Several weeks ago my mother passed along an article that she'd cut out from a local, monthly Orthodox Jewish paper. She knew I would appreciate it. She knew that I could sort of relate to it. She knew that she sort of could too.
I'm typing it now for you, simply because... it is beautiful, even if sad.
DADDY, REMEMBER US? by Jodi Jakob
My dear father, incredibly bright, wise and understanding, is now struggling to recover from an operation just one week ago that removed a large, cancerous tumor from deep inside his brain. If only I had known that I would not be able to communicate with my father after the surgery, I certainly would have made sure to lengthen and deepen our prior phone conversations. Though I made every effort after Rosh Hashanah -- during my short visit to Los Angeles -- to savor the precious moments we shared together, these days it doesn't at all seem like I valued my father's companionship enough.
When we were finally allowed to enter the recovery room after the surgery -- which took almost a day to complete after many more days of preparation, with multiple doctors' appointments, testing of the brain and bodily functions -- my father ever so sweetly apologized to my siblings and me for not being able to remember our names. Though at that time he was still able to recognize us, his voice and behavior stung of change and more change to come. Little did I realize, though, that the loving caresses he gave me on my cheek after I kissed his hand that day would be the last interaction we would share that week. I have replayed that poignant moment countless times in my mind.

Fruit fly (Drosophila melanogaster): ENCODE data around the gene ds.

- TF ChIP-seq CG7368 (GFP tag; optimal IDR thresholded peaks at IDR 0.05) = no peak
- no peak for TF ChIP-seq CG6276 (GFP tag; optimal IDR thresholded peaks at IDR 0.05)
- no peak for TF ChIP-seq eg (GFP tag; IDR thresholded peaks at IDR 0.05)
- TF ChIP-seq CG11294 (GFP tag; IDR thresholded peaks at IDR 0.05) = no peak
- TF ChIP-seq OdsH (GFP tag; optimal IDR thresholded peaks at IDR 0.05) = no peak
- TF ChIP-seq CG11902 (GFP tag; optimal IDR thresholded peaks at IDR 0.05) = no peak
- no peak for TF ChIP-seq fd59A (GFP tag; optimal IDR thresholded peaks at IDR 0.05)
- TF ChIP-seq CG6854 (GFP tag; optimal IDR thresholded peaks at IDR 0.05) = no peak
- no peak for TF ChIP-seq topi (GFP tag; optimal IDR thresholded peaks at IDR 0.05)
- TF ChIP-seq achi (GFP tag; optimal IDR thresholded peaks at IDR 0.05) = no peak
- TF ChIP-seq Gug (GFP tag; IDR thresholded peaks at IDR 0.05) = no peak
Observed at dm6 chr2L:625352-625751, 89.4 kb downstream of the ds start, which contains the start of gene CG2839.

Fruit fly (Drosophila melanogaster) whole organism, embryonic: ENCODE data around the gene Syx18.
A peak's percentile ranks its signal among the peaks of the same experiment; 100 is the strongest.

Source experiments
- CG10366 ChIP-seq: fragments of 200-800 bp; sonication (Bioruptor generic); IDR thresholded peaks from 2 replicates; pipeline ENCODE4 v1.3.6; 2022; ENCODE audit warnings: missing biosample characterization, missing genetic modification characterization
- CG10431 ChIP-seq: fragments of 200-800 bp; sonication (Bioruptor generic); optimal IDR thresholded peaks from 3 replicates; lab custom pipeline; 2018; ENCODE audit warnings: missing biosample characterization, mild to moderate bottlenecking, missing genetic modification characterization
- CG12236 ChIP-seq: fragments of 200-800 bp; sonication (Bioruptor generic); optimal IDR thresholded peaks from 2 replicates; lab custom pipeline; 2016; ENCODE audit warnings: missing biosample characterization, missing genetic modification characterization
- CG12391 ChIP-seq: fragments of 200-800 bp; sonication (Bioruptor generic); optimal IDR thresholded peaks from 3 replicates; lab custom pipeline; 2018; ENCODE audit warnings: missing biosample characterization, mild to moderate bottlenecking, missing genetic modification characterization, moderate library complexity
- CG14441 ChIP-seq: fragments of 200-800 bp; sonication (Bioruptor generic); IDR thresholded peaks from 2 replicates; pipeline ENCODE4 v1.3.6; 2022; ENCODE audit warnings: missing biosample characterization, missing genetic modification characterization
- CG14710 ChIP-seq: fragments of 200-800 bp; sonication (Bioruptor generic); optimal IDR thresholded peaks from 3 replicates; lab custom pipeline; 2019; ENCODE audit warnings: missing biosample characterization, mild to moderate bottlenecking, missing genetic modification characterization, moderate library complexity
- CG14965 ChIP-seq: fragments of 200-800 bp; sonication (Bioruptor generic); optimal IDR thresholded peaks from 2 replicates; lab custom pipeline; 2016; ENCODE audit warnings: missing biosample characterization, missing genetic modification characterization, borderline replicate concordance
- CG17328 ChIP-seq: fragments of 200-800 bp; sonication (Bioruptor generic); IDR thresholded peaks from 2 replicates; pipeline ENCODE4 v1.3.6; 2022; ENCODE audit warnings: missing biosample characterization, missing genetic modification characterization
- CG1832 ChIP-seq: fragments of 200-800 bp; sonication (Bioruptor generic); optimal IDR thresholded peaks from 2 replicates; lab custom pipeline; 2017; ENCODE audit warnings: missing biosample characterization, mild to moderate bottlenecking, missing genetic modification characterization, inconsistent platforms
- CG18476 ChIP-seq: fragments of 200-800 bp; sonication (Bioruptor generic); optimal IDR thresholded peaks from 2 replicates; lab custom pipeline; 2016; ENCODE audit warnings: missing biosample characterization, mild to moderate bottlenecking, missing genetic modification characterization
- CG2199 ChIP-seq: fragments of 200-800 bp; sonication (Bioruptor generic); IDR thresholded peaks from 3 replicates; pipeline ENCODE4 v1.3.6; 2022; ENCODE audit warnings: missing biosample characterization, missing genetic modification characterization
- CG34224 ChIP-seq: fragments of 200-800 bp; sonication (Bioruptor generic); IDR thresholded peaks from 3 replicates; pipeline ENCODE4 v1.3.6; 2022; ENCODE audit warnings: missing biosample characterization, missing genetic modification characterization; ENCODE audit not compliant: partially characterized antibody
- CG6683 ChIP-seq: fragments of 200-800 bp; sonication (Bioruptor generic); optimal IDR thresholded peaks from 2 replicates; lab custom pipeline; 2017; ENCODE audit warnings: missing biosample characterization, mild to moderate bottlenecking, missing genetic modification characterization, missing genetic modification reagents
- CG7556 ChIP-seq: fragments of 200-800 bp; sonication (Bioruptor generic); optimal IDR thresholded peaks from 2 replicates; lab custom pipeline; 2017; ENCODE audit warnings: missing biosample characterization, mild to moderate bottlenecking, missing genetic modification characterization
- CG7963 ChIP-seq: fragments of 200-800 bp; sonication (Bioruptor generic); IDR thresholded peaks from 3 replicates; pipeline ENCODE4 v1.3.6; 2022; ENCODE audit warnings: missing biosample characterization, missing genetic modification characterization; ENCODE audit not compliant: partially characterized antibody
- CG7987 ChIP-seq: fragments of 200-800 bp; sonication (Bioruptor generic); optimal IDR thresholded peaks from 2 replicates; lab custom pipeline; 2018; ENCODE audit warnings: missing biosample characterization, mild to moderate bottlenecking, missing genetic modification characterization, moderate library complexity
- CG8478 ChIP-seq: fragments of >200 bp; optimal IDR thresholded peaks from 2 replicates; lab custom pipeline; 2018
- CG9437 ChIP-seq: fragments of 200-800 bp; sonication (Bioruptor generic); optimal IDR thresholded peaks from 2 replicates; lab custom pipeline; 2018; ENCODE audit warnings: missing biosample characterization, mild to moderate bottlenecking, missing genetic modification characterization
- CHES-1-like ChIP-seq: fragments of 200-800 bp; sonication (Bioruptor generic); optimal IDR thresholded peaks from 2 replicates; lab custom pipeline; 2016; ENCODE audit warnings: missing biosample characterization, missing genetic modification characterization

The brain, with its storage of memories, identifies our unique selves, our history and our world. When the tumor first made its ugly way into our lives, it gradually took over my father's short-term memory. But we were comforted, knowing that his long-term memory had not been damaged. But now it is different. We are just a bunch of strangers to my father. Even my mother, after 50 years of marriage is painfully unrecognized by her husband.
I cry to Hashem -- I want my father back! The doctors and nurses reassure us that some patients go through this stage after brain surgery, and that some do snap out of it. At least a few days ago we were able to say that my father's behavior was probably due to the medication or the swelling of the brain following surgery. But now that he is off those medications, we can only face the hard facts. We must turn to Hashem, and wait with humility for the outcome.
Let us look at the special people in our lives and appreciate the gift of their presence. It's a gift that comes with no guarantees, a gift which is both given and returned by the swift movement of a secret key, held only by the One Above.
I hope readers could kindly make time to help us shake the heavens, so that Hashem might return to my wonderful father his memory and his health. The name to daven for is Gavriel ben Vilca.